A day in the life of – Robin Teague, neuro-physiotherapist

A day in the life of – Robin Teague, neuro-physiotherapist

Posted on in News & Events

Robin works as part of the community neuro rehabilitation outreach team, based at Pilgrim hospital.

No two days are ever the same for Robin and here he talks us through life in his role and what he enjoys about working for the Trust.

‘We cover Lincoln, Louth, Grantham and Boston and each team consists of a physiotherapist and assistant, and an occupational therapist and assistant.  There are also two rehabilitation consultants, two clinical nurse specialists and a dietician who covers all four areas, we also have close ties with speech and language therapy and neuropsychology.

I joined the team in May 2015 on a secondment when the team was undergoing a pilot to expand the service into what it is today as. It was commissioned as a permanent service in March 2016 and I was proud to become full time in my role.

I provide home-based neurological physiotherapy for Boston and its surrounding areas and also run an aquatic physiotherapy clinic one afternoon a week at Pilgrim hospital.

A typical day consists of coming into the office to prepare for the visits ahead, then jumping in the car where I can see anywhere from two to four (sometimes five) patients a day.  Often I’ll perform a joint assessment or follow-up with my OT colleague or physio assistant but mostly visit patients on my own.

Our patients all have neurological conditions, excluding stroke and Parkinson’s disease.  The type of patients really come under three categories.  Those with chronic degenerative conditions who require input to help them self-manage their condition, patients who have been diagnosed with a life limiting illness and patients who have suffered some sort of neurological trauma.  It’s all about helping them to embark on a journey of maximising their potential to regain as much functional ability as possible.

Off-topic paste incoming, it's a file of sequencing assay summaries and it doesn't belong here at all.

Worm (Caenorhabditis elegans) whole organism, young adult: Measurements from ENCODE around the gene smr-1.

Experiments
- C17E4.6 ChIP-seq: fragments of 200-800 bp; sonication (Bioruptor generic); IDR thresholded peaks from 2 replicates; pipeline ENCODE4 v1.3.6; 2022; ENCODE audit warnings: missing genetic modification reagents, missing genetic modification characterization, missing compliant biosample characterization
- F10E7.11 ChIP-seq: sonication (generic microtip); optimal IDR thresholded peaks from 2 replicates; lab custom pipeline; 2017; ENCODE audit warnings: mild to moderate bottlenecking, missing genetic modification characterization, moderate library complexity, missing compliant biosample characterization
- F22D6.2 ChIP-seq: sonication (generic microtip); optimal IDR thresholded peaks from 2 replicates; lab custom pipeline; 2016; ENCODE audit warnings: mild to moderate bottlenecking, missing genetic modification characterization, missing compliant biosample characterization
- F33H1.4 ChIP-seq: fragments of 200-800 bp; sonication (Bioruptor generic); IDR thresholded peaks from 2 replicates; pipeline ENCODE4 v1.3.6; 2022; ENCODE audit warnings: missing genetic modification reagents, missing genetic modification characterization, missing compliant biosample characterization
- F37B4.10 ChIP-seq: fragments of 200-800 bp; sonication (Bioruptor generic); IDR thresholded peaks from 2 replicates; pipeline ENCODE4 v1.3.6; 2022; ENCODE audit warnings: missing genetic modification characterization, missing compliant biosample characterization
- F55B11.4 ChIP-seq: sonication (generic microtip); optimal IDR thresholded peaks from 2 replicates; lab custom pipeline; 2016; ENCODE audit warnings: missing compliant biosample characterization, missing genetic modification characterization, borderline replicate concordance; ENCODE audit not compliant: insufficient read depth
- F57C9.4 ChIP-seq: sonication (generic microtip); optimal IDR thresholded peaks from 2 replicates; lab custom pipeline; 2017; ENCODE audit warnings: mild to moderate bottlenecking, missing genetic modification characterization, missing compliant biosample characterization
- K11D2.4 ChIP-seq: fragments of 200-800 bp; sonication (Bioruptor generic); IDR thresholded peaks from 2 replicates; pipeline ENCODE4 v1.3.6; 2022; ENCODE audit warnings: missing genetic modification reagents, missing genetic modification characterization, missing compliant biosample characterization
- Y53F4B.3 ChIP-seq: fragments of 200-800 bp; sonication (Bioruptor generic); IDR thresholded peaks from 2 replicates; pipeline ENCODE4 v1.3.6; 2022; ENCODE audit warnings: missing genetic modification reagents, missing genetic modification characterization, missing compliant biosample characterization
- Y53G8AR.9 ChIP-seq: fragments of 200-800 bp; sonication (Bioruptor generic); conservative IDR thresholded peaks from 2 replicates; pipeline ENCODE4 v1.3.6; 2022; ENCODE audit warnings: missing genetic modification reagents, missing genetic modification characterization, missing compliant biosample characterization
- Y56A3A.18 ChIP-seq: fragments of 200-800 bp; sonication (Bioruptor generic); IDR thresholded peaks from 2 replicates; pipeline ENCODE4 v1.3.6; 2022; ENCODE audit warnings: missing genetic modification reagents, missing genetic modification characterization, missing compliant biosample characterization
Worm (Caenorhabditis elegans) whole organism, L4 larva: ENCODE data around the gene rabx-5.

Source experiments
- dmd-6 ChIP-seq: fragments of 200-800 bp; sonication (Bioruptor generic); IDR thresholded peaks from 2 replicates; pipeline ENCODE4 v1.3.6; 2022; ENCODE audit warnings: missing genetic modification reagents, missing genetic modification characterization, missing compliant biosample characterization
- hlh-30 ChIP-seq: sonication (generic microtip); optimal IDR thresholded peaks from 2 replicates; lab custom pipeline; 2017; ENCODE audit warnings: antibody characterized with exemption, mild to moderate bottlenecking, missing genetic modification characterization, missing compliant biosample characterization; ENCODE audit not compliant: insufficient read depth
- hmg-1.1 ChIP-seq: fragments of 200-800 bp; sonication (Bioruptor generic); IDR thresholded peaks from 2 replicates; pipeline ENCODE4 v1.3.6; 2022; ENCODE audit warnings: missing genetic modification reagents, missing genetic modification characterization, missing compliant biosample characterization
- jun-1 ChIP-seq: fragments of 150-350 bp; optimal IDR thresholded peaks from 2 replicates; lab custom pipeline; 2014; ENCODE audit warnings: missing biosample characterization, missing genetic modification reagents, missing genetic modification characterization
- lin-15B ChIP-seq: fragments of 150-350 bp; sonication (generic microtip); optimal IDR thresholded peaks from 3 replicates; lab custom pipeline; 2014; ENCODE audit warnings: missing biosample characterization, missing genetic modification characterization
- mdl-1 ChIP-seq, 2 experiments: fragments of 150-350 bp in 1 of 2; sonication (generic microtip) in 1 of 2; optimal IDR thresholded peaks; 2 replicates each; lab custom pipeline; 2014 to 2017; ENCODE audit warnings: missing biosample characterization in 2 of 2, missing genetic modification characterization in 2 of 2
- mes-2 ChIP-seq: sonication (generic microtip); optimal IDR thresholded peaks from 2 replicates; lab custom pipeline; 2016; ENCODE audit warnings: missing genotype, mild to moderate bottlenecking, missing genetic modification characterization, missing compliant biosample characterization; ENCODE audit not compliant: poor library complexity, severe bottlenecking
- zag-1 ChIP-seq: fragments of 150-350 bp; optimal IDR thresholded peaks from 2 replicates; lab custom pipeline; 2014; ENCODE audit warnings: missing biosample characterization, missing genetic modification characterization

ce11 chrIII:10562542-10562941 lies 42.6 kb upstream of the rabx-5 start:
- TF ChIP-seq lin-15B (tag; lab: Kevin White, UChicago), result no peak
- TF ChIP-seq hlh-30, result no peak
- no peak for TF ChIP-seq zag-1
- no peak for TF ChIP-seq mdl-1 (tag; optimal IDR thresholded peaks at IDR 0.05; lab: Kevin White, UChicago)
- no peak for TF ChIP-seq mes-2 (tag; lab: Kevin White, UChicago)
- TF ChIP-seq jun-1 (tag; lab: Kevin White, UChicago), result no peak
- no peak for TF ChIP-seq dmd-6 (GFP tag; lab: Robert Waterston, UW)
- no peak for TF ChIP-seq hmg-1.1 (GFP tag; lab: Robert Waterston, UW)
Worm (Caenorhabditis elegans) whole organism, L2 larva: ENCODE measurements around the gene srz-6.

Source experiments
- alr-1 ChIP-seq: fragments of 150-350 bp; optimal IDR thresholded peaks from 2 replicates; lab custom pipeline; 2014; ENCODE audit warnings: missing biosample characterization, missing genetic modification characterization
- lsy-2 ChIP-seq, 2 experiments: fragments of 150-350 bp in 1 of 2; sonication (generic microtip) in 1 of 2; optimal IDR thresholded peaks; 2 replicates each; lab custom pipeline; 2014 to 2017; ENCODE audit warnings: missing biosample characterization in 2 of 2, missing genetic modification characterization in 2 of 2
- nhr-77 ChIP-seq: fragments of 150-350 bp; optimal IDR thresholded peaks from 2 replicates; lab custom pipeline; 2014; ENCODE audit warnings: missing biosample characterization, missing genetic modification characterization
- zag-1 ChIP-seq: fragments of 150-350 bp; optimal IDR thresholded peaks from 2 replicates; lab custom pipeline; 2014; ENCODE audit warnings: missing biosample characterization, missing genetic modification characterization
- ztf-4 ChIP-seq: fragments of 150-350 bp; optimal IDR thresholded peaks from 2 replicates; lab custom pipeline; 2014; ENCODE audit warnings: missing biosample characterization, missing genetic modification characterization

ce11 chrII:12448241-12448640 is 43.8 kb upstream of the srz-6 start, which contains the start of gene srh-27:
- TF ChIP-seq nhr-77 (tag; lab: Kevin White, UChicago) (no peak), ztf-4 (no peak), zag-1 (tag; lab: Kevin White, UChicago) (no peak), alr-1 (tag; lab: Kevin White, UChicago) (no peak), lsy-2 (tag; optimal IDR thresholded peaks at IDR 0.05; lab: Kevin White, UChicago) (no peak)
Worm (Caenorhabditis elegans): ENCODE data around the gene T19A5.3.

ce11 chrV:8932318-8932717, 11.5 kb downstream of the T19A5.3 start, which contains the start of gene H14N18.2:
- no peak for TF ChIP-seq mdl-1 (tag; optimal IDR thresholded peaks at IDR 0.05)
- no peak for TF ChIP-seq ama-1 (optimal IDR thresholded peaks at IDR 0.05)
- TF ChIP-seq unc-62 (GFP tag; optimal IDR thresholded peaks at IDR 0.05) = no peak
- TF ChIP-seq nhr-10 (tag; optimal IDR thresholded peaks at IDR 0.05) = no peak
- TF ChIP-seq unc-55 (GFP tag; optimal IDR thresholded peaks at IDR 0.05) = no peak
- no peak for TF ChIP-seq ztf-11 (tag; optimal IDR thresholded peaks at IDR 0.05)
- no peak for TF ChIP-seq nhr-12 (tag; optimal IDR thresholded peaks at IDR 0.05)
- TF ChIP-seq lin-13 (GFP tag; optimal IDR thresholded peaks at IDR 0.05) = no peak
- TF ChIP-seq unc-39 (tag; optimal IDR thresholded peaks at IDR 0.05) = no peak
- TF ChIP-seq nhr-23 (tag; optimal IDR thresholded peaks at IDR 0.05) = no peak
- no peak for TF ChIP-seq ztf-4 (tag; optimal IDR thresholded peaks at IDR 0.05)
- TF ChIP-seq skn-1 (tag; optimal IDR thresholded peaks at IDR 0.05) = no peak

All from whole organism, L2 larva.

What I love best about my role is having the opportunity to build an excellent rapport with the patients.  You can really get to know the person you are helping and spend quality time helping them to improve their lives and restore as much of their former selves as possible.

Some Neuro conditions can have devastating effects on a person’s life but when you are a part of making their lives manageable again, it becomes the most rewarding job in the world.

Just the other day one patient said to me, ‘thank you so much for coming, I’m not scared of falling when I need the toilet anymore or when I need to get out of bed’.

One of my proudest achievements was helping a patient with Multiple Sclerosis who hadn’t been able to leave their house in four years achieve their goal of taking their granddaughter to see Father Christmas at a local garden centre.

This role has given me some of the greatest satisfaction of my career.  I get to work with amazing patients and colleagues alike.

I am so proud to be a physiotherapist and can honestly say I look forward to coming to work.  The role isn’t easy but that’s probably why it rewards excellent job satisfaction.’